• Construction & Architecture - Imagine being able to walk through a detailed, life-sized model of a building on the actual jobsite before construction even starts.  Imagine walking through a building in progress with the ability to see what's right, what's wrong, and what's left to be done while your team watches and comments remotely.
  • Design & Layout - Imagine walking through your new warehouse or factory (or that of a customer) and being able to view and rearrange life sized fixtures and equipment in the actual space.  Imagine seeing how 10 different couches look in your living room, without leaving your living room.

You can start to see the possibilities.  Use of MR in training & education, field service, construction, logistics, Inspections, sales, and other areas has the potential to reduce costs, boost productivity, and improve customer service. 

What Does This Have to do with Dynamics?

When you consider the use cases cited above and the fact that Dynamics sits at the core of sales, customer service, and field service operations for many companies, it is the ideal launch pad for commercial applications of MR.  The introduction of a set of MR applications for Dynamics has made it easy for companies to start taking advantage of MR now, without custom development or a huge investment.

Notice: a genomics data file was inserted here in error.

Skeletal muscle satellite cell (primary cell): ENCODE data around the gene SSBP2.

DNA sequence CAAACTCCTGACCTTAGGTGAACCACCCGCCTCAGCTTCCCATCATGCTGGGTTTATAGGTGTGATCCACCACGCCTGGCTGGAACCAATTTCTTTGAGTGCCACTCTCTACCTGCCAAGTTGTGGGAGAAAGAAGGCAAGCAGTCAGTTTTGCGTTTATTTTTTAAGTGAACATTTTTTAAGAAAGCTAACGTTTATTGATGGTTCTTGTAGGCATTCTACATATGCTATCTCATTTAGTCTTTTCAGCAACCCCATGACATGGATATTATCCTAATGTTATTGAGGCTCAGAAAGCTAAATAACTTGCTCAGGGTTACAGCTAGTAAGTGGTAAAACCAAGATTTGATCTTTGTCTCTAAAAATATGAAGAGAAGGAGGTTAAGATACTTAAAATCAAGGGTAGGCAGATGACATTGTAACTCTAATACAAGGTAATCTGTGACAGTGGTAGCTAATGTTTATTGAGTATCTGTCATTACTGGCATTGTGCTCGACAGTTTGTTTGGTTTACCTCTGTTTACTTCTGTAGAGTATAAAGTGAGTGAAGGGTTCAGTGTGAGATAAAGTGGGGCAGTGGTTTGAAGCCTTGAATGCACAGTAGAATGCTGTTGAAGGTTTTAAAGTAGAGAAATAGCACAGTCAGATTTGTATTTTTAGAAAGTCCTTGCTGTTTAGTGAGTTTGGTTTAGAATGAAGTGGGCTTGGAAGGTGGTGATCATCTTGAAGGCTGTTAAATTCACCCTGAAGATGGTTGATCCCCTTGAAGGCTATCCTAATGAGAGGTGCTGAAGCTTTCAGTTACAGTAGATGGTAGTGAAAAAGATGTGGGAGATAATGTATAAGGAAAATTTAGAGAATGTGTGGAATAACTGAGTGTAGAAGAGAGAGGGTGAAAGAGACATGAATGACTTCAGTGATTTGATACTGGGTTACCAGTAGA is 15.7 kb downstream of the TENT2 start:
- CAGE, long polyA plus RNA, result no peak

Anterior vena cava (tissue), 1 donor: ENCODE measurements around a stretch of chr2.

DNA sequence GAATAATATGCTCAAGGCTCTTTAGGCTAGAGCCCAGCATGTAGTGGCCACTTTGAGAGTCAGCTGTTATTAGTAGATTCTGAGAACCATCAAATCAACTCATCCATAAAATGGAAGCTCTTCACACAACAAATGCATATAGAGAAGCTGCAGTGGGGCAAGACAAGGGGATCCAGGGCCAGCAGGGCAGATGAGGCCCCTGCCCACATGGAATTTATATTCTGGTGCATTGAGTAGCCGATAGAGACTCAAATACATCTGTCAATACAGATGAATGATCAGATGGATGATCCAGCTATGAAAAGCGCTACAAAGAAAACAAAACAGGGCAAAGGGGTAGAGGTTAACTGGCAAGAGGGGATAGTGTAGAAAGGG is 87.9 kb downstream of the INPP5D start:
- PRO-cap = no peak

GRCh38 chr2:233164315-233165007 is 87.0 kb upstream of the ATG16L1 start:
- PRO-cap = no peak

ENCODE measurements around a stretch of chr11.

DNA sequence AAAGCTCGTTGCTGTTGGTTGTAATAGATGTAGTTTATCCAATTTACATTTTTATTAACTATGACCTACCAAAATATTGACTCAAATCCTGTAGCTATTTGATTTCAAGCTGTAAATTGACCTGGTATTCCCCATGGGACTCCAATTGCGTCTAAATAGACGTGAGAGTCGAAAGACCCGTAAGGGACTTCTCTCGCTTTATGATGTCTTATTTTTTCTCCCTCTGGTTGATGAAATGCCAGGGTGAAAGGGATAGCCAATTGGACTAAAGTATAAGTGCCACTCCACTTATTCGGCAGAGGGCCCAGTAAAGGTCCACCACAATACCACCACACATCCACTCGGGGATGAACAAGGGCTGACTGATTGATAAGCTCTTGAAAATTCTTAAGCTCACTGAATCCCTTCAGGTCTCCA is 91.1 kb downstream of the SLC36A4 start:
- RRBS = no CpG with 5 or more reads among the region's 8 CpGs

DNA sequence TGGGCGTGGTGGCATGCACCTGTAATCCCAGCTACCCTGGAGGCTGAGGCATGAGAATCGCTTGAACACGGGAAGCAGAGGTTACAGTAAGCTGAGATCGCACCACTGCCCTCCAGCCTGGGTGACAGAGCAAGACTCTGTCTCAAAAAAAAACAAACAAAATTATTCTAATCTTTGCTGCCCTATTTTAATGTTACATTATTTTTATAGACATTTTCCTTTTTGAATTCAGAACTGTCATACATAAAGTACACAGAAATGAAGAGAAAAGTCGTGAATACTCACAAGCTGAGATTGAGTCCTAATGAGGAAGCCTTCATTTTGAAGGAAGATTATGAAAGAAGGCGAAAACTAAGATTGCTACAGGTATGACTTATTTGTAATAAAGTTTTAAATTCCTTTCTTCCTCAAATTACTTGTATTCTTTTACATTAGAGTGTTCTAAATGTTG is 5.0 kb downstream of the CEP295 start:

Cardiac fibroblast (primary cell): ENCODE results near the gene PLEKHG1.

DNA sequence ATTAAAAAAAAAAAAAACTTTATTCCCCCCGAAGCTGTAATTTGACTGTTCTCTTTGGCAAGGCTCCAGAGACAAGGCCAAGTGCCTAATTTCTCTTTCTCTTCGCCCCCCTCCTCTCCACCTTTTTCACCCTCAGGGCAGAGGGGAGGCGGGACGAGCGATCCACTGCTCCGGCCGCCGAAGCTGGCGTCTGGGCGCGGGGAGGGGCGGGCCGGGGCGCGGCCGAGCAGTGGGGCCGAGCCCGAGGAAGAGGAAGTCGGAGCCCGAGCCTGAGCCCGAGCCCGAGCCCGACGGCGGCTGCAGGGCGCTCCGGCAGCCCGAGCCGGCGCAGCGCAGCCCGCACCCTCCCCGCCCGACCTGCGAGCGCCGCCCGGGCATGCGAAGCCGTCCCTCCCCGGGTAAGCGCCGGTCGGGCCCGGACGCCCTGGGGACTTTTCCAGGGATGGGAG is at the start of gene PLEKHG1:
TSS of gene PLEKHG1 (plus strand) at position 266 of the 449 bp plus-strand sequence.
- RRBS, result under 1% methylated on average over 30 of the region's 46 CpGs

With a little bit of setup, resources in the field can access their service calendar, view products and equipment, launch interactive guides, and get expert remote assistance.  There are currently four Mixed Reality Applications for Dynamics:

Remote Assist

Through integrations with Dynamics and Microsoft Teams, resources in the field can view their service calendar and place 2-way video calls for remote assistance.  Off-site experts can see what the onsite resource sees, and even place anchored holographic arrows and other markers into the workspace to help diagnose and repair issues.  You can place your best techs anywhere in the world in an instant, reduce travel costs, and improve customer service.